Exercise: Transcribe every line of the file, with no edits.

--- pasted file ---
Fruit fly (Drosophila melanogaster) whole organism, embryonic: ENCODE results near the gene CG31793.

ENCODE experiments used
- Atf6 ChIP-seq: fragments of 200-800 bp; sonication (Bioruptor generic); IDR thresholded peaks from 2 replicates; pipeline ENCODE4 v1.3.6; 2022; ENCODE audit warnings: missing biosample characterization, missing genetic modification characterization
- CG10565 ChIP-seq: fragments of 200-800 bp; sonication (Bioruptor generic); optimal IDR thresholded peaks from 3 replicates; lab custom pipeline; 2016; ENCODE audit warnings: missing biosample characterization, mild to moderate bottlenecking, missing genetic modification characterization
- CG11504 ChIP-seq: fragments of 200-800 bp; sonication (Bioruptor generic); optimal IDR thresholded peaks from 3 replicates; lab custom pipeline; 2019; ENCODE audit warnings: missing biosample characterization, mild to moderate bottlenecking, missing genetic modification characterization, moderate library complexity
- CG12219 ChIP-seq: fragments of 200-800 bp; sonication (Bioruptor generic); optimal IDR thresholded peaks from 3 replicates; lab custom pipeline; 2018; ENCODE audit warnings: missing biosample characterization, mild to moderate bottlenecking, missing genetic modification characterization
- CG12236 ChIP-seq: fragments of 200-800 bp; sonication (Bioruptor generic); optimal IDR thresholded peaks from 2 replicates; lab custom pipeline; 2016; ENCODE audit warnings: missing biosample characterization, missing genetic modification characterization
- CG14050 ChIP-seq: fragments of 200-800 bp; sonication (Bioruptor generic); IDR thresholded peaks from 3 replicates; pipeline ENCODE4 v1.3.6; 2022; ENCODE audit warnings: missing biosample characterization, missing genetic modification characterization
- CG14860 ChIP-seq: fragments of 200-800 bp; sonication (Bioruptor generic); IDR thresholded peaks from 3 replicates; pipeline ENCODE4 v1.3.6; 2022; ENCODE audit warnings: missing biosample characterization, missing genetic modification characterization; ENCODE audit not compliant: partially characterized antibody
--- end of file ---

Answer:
Fruit fly (Drosophila melanogaster) whole organism, embryonic: ENCODE results near the gene CG31793.

ENCODE experiments used
- Atf6 ChIP-seq: fragments of 200-800 bp; sonication (Bioruptor generic); IDR thresholded peaks from 2 replicates; pipeline ENCODE4 v1.3.6; 2022; ENCODE audit warnings: missing biosample characterization, missing genetic modification characterization
- CG10565 ChIP-seq: fragments of 200-800 bp; sonication (Bioruptor generic); optimal IDR thresholded peaks from 3 replicates; lab custom pipeline; 2016; ENCODE audit warnings: missing biosample characterization, mild to moderate bottlenecking, missing genetic modification characterization
- CG11504 ChIP-seq: fragments of 200-800 bp; sonication (Bioruptor generic); optimal IDR thresholded peaks from 3 replicates; lab custom pipeline; 2019; ENCODE audit warnings: missing biosample characterization, mild to moderate bottlenecking, missing genetic modification characterization, moderate library complexity
- CG12219 ChIP-seq: fragments of 200-800 bp; sonication (Bioruptor generic); optimal IDR thresholded peaks from 3 replicates; lab custom pipeline; 2018; ENCODE audit warnings: missing biosample characterization, mild to moderate bottlenecking, missing genetic modification characterization
- CG12236 ChIP-seq: fragments of 200-800 bp; sonication (Bioruptor generic); optimal IDR thresholded peaks from 2 replicates; lab custom pipeline; 2016; ENCODE audit warnings: missing biosample characterization, missing genetic modification characterization
- CG14050 ChIP-seq: fragments of 200-800 bp; sonication (Bioruptor generic); IDR thresholded peaks from 3 replicates; pipeline ENCODE4 v1.3.6; 2022; ENCODE audit warnings: missing biosample characterization, missing genetic modification characterization
- CG14860 ChIP-seq: fragments of 200-800 bp; sonication (Bioruptor generic); IDR thresholded peaks from 3 replicates; pipeline ENCODE4 v1.3.6; 2022; ENCODE audit warnings: missing biosample characterization, missing genetic modification characterization; ENCODE audit not compliant: partially characterized antibody